Keep Your Tournament Bass Alive
The practice of catch and release by today's conservation minded bass tournament angler's has helped conserve our resources on lakes and waters through out the United States.
CHATTANOOGA (WRCB) - The practice of catch and release by today's conservation minded bass tournament angler's has helped conserve our resources on lakes and waters through out the United States.
Released bass have been shown to survive very well when released immediately after being caught, but survival rate may not be as high for fish released after tournament events.
With the ever increasing number of bass tournaments, fish care is more important than ever before. It is especially important for anglers to pay close attention to their livewell management practices during the hot summer months when fish mortality is at it's highest due to the increased water temperatures.
Livewell management and fish care is not a difficult task, it just takes a little time, ice, release additives, and a properly working aeration system.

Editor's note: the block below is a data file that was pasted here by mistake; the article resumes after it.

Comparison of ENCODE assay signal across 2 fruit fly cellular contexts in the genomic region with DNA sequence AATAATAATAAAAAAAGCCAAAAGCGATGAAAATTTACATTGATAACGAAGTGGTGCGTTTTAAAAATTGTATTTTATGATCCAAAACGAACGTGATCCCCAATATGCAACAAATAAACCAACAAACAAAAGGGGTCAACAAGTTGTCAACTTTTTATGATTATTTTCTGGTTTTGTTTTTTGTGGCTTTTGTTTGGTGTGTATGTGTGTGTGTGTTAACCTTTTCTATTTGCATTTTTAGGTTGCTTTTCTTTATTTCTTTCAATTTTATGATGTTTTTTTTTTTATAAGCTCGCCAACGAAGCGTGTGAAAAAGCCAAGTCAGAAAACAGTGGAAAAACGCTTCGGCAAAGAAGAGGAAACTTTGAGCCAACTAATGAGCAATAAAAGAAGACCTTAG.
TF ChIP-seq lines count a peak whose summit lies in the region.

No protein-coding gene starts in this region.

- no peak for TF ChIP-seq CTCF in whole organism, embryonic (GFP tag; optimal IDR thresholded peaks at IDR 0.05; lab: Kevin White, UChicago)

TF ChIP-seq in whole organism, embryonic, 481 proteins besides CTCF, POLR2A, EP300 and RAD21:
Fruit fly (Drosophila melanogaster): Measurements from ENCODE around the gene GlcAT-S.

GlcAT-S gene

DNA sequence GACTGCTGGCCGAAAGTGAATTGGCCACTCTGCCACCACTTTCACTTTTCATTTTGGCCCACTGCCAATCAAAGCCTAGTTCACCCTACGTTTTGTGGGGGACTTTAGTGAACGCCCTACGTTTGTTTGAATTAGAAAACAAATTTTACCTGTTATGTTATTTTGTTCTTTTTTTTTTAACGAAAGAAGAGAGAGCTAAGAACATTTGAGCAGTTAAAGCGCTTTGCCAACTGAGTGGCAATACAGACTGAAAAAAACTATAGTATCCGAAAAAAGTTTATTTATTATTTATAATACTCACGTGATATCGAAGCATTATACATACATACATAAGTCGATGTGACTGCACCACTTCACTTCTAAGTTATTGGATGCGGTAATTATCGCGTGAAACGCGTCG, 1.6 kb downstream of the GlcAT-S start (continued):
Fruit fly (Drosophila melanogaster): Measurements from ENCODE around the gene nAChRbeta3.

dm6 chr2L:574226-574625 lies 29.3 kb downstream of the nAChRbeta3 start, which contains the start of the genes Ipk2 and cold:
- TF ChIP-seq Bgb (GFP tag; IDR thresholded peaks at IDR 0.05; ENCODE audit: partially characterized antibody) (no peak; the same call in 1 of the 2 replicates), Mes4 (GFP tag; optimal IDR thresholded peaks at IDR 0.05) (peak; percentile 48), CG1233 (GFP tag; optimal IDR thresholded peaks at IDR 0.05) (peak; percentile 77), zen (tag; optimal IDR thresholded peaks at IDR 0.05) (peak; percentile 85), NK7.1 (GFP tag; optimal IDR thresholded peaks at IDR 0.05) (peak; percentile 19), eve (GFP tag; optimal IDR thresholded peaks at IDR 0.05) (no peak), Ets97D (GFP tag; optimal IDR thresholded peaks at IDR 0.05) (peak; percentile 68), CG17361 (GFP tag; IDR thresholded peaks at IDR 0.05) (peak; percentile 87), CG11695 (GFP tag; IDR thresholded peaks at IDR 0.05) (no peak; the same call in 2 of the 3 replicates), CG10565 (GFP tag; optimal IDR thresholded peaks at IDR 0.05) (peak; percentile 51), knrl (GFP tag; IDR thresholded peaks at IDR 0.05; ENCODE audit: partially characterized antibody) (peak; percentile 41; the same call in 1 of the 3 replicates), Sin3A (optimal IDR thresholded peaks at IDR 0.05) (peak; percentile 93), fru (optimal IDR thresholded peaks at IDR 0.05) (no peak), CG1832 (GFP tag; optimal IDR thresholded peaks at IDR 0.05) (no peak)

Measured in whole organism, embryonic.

Both tournament anglers and organizers can play a major role in keeping tournament caught bass alive.
See more about Livewell and Fish Care.
Below are some quick pointers to help reduce mortality during tournaments for anglers.
Keys to Reducing Mortality
- Minimize handling and air exposure time of fish. Land fish and remove hooks as quickly as possible
- Protect the slime coat. Don't let fish flop on carpet or deck.
- Do not keep fish out of water longer than you can hold your breath
- When surface temperature exceeds 75° F, use continuous recirculation and add ice to cool the water to 10 degrees below the lakes surface temperature.
- Keep foam created from continual recirculation and additives removed from top of livewell water.
- Replace half of the livewell water with fresh water every 3 hours to remove ammonia created from fish waste and add ice to lower temperature back to the target range.
- While in the weigh-in line place air stones in life-support tanks into your weigh-in bag.
Average Mortality Rates During Summer Months Using Different Aeration Methods